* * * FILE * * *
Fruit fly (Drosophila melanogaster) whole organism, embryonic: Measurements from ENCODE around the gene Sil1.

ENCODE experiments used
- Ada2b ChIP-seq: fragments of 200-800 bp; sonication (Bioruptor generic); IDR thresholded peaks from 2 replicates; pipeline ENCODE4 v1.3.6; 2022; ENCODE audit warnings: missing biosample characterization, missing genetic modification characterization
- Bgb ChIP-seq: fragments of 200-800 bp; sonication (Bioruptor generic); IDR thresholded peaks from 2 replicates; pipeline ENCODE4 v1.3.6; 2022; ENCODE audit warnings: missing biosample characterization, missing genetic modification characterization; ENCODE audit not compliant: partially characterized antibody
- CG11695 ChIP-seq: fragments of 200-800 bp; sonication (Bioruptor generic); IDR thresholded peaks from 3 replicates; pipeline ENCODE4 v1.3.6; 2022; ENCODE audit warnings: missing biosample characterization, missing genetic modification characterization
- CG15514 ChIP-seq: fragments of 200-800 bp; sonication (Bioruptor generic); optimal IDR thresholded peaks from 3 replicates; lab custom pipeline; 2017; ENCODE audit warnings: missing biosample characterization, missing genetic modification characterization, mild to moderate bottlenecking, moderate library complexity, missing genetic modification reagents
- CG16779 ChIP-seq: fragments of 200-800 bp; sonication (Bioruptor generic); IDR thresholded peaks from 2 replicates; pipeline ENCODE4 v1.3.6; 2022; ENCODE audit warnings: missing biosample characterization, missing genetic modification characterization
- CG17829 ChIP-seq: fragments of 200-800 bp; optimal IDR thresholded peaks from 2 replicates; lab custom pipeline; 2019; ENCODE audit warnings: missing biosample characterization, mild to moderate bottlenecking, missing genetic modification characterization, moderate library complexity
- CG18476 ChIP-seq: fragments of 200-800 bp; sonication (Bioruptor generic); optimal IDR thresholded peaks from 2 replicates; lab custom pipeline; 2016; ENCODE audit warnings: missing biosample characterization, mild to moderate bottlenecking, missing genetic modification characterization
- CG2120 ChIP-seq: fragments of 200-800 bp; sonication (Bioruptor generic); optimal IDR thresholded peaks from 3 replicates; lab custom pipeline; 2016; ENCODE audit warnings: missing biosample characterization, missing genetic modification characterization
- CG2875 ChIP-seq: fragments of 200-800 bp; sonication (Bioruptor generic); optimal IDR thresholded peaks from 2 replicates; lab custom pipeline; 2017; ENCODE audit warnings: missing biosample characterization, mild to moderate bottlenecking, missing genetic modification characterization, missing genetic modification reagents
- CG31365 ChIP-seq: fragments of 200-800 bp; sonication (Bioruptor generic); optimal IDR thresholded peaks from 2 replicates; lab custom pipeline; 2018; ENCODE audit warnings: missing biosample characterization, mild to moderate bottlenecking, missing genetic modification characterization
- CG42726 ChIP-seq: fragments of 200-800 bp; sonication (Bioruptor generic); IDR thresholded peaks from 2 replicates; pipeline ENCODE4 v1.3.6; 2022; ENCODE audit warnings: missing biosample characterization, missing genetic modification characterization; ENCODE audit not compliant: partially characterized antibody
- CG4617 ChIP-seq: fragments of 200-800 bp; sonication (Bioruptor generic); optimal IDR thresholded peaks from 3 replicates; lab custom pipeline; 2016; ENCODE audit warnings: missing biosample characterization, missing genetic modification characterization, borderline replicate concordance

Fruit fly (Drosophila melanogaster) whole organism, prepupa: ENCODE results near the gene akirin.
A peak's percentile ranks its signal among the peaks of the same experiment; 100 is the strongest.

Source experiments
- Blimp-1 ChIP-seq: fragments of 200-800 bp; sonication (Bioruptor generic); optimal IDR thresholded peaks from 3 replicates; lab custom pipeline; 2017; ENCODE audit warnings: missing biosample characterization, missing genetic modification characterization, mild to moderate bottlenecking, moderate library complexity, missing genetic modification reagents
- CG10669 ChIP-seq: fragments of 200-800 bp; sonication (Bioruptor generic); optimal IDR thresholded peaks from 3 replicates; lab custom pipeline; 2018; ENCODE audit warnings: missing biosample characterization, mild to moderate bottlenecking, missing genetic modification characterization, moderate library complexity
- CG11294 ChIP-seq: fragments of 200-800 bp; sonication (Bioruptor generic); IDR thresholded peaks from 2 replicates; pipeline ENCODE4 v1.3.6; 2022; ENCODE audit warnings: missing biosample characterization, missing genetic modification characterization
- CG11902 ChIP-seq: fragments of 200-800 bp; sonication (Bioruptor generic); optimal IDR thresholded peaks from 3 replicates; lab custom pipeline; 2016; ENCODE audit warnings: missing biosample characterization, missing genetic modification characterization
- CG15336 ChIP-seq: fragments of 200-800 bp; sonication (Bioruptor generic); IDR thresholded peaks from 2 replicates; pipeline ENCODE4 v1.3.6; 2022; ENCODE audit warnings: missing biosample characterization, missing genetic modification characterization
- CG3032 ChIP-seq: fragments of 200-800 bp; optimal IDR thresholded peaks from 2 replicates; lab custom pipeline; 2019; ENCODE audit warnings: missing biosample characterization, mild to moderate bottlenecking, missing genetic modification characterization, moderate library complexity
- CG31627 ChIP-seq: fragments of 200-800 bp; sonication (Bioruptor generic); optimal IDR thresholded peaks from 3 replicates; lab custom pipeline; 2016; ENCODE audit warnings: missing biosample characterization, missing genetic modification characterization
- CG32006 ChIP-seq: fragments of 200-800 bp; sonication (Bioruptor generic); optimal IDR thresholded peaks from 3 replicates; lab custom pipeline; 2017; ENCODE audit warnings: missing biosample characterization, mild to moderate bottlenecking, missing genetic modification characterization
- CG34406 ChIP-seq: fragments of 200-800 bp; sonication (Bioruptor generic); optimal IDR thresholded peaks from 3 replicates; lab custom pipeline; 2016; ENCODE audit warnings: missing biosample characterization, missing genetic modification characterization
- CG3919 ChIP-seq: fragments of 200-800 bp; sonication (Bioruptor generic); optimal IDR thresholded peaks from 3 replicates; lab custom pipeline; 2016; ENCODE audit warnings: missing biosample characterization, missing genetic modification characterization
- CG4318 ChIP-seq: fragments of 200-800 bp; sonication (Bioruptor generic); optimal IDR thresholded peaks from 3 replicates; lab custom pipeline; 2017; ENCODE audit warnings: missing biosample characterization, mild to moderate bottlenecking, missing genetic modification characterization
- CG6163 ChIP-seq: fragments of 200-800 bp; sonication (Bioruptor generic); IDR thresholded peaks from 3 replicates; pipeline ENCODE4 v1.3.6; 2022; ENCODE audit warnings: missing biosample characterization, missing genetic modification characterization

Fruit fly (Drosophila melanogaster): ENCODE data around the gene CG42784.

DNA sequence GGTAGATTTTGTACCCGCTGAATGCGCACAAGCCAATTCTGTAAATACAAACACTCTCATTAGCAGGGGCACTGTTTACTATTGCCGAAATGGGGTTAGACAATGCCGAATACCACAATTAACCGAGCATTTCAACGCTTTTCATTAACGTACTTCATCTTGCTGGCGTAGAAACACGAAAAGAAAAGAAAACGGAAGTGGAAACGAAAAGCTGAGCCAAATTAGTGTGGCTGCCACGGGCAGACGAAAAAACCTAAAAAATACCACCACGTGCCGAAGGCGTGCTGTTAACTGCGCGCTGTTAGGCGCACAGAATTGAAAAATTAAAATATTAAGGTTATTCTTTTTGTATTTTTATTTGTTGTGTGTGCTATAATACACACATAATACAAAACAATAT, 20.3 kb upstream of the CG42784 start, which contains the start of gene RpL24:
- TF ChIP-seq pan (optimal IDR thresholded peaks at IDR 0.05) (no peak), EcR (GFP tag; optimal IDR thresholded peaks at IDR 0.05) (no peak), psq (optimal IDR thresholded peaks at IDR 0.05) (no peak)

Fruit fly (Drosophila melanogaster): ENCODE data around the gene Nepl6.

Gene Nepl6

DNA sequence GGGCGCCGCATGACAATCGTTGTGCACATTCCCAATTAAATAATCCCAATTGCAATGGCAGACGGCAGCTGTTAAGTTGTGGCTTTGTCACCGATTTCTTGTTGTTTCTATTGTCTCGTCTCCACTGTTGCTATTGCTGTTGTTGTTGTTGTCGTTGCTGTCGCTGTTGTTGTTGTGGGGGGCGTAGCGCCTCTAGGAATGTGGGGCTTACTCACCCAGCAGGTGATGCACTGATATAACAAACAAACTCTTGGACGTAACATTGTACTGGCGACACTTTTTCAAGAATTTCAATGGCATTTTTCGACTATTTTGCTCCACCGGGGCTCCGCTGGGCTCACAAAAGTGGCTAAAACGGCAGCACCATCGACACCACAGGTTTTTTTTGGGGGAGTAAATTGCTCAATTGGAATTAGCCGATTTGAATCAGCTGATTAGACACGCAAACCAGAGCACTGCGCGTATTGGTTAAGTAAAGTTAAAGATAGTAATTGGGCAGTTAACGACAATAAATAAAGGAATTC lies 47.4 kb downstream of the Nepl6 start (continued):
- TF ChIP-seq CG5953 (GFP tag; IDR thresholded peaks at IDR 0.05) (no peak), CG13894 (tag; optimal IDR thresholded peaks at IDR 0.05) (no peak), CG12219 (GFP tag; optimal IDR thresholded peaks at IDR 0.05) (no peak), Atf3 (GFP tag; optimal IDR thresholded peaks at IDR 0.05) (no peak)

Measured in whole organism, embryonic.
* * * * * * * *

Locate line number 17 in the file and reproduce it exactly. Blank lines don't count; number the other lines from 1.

Source experiments